by Staff writer
In 1989, while at CERN (a European research organization that operates the largest particle physics laboratory in the world), Tim Berners-Lee invented the World Wide Web.
The World Wide Web (WWW) is what most people today consider the “Internet” — a series of sites and pages that are connected with links.
Though the Internet had hundreds of people who helped develop the standards and technologies used today, but without the WWW, the Internet would not be as popular as it is today.
The world’s first-ever web site and web server, info.cern.ch, was developed by Tim Berners-Lee at CERN and published online on August 6, 1991.
Sir Tim Berners-Lee is a British computer scientist. He was born in London, and his parents were early computer scientists, working on one of the earliest computers.
Growing up, Sir Tim was interested in trains and had a model railway in his bedroom.
“I made some electronic gadgets to control the trains. Then I ended up getting more interested in electronics than trains. Later on, when I was in college I made a computer out of an old television set.”
After graduating from Oxford University, Berners-Lee became a software engineer at CERN, the large particle physics laboratory near Geneva, Switzerland.
“In those days, there was different information on different computers, but you had to log on to different computers to get at it. Also, sometimes you had to learn a different program on each computer. Often it was just easier to go and ask people when they were having coffee…”, Tim says.
Tim thought he saw a way to solve this problem – one that he could see could also have much broader applications.
Already, millions of computers were being connected together through the fast-developing internet and Berners-Lee realised they could share information by exploiting an emerging technology called hypertext.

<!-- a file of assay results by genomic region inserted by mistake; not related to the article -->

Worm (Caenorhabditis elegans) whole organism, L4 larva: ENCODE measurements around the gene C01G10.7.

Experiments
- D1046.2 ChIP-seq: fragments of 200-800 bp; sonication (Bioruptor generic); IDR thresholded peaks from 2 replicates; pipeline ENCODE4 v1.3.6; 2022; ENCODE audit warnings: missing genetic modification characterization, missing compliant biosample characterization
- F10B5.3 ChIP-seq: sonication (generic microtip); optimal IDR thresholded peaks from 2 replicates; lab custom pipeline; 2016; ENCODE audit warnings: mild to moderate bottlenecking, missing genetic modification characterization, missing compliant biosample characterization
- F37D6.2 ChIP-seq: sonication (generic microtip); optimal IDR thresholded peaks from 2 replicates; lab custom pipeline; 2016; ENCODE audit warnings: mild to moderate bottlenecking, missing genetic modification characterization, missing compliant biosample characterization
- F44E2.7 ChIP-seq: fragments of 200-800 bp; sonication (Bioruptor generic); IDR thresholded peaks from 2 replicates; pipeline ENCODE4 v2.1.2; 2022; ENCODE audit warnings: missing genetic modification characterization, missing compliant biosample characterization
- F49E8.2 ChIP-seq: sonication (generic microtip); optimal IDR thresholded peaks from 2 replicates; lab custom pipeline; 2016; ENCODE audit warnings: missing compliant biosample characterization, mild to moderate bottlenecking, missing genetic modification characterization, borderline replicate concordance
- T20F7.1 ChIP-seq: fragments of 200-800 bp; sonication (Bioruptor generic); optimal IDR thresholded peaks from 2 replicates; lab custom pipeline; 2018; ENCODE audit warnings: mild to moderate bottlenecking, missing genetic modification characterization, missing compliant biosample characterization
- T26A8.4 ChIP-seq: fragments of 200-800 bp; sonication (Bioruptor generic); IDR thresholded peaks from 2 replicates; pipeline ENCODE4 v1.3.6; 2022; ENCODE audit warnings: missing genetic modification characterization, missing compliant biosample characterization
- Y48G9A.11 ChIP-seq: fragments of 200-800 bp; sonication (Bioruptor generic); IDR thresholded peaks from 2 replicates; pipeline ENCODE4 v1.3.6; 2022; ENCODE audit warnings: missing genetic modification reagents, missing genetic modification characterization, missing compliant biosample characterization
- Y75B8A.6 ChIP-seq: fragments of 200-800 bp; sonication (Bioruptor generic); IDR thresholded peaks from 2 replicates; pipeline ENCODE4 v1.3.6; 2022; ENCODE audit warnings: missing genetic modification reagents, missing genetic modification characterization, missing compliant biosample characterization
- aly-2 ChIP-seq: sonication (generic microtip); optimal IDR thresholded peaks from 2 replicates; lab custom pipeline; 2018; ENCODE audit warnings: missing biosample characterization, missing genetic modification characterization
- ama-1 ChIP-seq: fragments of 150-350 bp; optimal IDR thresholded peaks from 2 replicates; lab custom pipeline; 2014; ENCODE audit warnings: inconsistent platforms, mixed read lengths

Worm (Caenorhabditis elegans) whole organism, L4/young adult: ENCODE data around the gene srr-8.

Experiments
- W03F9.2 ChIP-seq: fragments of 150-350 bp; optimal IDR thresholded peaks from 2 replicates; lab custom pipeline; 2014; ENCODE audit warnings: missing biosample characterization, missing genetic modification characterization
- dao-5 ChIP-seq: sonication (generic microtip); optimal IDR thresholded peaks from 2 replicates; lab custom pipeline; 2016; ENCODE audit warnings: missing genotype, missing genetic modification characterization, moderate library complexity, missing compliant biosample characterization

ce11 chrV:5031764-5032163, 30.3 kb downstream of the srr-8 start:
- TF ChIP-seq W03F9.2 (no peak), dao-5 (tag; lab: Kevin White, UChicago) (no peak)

In March 1989, Tim laid out his vision for what would become the web in a document called “Information Management: A Proposal”.
Believe it or not, Tim’s initial proposal was not immediately accepted. In fact, his boss at the time, Mike Sendall, noted the words “Vague but exciting” on the cover.
The web was never an official CERN project, but Mike managed to give Tim time to work on it in September 1990.
He began work using a NeXT computer, one of Steve Jobs’ early products.
By October of 1990, Tim had written the three fundamental technologies that remain the foundation of today’s web (and which you may have seen appear on parts of your web browser):
1. HTML: HyperText Markup Language. The markup (formatting) language for the web.
2. URI: Uniform Resource Identifier. A kind of “address” that is unique and used to identify to each resource on the web. It is also commonly called a URL.
3. HTTP: Hypertext Transfer Protocol. Allows for the retrieval of linked resources from across the web.
Berners-Lee was raised as an Anglican, but in his youth, he turned away from religion. After he became a parent, he became a Unitarian Universalist (UU) — a liberal religion characterized by a “free and responsible search for truth and meaning” and composed mainly of atheists and agnostics.
Named in Time magazine’s list of the 100 Most Important People of the 20th century, Berners-Lee has received a number of other accolades for his invention.
In 2004, Berners-Lee was knighted by Queen Elizabeth II for his pioneering work.